Russian forces slammed by TV host over mobilisation

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Revolts have hit Vladimir Putin’s administration as Russians are said to see failures “all too clearly” despite an internal blame game. Support for Moscow’s “special military operation” appears to have taken a turn for the worse following Putin’s order for the immediate mobilisation of 300,000 reservists in Ukraine.

This was Russia’s first mobilisation since World War Two.

Moscow insisted that only those with previous military experience would be drafted to fight in the ongoing conflict.

But reports suggest others are receiving the call-up, much to the anger of the individuals and their families.

The Kremlin is likely to have “set quotas for local officials to fill and emphasised meeting those quotas over abiding by the legal guidelines for mobilisation eligibility”, according to news agency Interfax.

This could explain reports of individuals with no military experience or with other disqualifying factors receiving the call to fight in Ukraine.

The Kremlin, according to analysts at the Institute for the Study of War (ISW), has attempted to manage the resulting anger by blaming poor bureaucracy.

But protests across dozens of Russian cities over the weekend suggests this is failing to wash.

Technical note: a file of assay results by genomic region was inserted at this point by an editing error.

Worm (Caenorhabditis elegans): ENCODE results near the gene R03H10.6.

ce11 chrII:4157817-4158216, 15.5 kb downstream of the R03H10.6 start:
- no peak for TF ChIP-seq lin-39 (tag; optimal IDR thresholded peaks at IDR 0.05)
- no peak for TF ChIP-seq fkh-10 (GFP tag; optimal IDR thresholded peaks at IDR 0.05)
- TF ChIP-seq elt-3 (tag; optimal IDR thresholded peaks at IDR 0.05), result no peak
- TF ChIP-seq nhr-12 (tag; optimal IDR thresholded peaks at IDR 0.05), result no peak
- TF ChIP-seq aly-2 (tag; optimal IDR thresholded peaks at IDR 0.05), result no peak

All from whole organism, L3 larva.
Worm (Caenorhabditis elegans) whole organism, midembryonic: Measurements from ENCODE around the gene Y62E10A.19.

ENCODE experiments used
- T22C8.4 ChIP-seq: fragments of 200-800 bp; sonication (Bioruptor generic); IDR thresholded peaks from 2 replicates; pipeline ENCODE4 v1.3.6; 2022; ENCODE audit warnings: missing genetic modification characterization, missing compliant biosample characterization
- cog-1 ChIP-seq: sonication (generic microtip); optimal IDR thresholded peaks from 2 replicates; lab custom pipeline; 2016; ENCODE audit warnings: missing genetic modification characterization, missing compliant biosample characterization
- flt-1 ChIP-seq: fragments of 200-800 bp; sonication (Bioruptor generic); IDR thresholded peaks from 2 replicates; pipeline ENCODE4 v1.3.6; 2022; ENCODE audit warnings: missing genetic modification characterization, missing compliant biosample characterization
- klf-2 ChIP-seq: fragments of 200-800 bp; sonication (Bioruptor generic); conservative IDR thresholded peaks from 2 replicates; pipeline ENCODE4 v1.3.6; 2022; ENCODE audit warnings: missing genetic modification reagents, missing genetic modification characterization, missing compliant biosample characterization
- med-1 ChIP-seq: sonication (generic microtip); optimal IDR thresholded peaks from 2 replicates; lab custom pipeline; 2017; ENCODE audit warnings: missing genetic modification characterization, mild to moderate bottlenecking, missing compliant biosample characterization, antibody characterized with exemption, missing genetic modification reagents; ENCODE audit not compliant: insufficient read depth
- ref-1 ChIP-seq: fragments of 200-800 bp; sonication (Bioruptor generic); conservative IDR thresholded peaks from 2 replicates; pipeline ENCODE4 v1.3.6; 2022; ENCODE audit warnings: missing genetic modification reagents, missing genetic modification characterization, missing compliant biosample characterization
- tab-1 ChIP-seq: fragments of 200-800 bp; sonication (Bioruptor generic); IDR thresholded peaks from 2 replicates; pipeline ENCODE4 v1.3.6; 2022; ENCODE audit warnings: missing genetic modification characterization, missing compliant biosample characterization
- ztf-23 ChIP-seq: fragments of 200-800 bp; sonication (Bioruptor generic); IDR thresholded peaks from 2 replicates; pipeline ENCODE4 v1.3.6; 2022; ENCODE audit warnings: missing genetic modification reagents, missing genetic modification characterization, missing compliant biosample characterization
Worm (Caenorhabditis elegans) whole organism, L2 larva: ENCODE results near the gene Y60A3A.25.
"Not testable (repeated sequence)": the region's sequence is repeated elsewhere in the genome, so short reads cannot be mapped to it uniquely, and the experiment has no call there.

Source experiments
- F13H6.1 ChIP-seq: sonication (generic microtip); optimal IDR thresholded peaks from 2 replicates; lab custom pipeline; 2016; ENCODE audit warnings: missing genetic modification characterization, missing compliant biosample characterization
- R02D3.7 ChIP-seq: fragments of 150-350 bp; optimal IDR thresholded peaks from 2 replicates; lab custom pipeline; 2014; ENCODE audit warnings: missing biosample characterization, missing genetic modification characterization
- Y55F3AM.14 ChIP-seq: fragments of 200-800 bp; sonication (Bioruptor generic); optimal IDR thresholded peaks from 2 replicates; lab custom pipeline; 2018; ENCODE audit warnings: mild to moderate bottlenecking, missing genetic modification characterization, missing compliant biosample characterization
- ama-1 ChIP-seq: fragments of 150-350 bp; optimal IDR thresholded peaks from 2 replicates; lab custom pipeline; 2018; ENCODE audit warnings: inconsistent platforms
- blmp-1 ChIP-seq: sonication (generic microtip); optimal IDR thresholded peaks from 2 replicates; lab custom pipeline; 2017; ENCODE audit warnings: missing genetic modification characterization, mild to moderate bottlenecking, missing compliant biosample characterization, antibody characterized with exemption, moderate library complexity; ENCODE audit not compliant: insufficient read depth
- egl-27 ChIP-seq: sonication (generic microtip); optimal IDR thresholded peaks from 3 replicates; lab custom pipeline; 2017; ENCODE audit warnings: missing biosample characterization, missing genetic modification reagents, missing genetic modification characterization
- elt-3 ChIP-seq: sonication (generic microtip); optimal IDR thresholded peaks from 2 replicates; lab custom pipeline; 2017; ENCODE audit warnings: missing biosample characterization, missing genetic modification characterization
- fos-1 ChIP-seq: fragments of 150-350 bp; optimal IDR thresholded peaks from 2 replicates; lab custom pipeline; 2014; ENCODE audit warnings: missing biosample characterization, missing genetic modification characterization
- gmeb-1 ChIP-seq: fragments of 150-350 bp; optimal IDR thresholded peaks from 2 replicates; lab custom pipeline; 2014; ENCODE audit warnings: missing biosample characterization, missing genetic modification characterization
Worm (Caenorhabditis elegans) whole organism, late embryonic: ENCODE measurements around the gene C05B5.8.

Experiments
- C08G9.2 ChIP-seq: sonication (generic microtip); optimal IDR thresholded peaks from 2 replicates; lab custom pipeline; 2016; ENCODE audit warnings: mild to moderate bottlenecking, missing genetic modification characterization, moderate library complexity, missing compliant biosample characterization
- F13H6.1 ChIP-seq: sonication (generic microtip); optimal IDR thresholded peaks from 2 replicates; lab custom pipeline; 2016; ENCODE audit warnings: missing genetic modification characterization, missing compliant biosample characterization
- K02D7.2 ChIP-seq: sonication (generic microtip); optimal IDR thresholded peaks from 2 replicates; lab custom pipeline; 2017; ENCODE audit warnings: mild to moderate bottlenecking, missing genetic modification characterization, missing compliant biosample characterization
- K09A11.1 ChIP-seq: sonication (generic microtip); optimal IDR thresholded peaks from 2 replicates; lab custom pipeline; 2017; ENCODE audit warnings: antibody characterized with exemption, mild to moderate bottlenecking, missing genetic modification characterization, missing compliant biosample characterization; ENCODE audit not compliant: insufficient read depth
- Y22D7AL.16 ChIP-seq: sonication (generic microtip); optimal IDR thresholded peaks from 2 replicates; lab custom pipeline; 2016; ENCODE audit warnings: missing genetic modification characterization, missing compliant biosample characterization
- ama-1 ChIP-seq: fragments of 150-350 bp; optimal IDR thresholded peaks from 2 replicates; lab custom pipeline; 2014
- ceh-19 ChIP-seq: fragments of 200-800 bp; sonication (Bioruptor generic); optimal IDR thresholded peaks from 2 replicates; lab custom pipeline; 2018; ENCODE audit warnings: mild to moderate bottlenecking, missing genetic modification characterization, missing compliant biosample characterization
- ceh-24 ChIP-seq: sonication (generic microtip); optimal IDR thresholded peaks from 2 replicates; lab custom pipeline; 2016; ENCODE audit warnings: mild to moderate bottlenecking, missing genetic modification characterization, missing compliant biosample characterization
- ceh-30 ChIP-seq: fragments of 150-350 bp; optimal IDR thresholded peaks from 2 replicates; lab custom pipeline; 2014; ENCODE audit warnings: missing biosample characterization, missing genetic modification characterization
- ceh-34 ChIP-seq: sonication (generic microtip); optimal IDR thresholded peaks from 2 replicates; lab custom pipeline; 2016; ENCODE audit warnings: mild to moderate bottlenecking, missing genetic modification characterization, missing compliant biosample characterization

The ISW said: “The Kremlin is deflecting blame for the Russian Government’s failure to abide by its own stated criteria for mobilisation and exemptions onto the failing bureaucratic institutions responsible for the mobilisation.

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“The Kremlin is downplaying the widespread violations of the mobilisation law as individual errors of local authorities, claiming to correct these errors as citizens call attention to them.

“The violations are clearly too common to be merely the result of individual errors, however, and Russian citizens can see them all too clearly.”

Analysts at the institute added: “Unlike Russian failures in Ukraine, which the Kremlin has been able to minimise or deflect because its citizens cannot see them directly, violations of the mobilisation decree are evident to many Russians.”

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In a move that would undoubtedly spread further fury across Russia, the Kremlin yesterday hinted at closing the country’s border to prevent fighting-age-men from escaping the draft.

Spokesman Dmitry Peskov said: “I don’t know anything about [reports of men being turned away at the border].

“At the moment, no decisions have been taken on this.”

Hundreds, if not thousands, of Russians have been detained during protests against Putin’s mobilisation announcement last week.

Independent protest monitoring group OVD-Info said detentions were made in 32 different cities across Russia, from St Petersburg to Siberia, on Saturday alone.

Officials in Moscow have branded those attempting to dodge the draft as “rats” and more.

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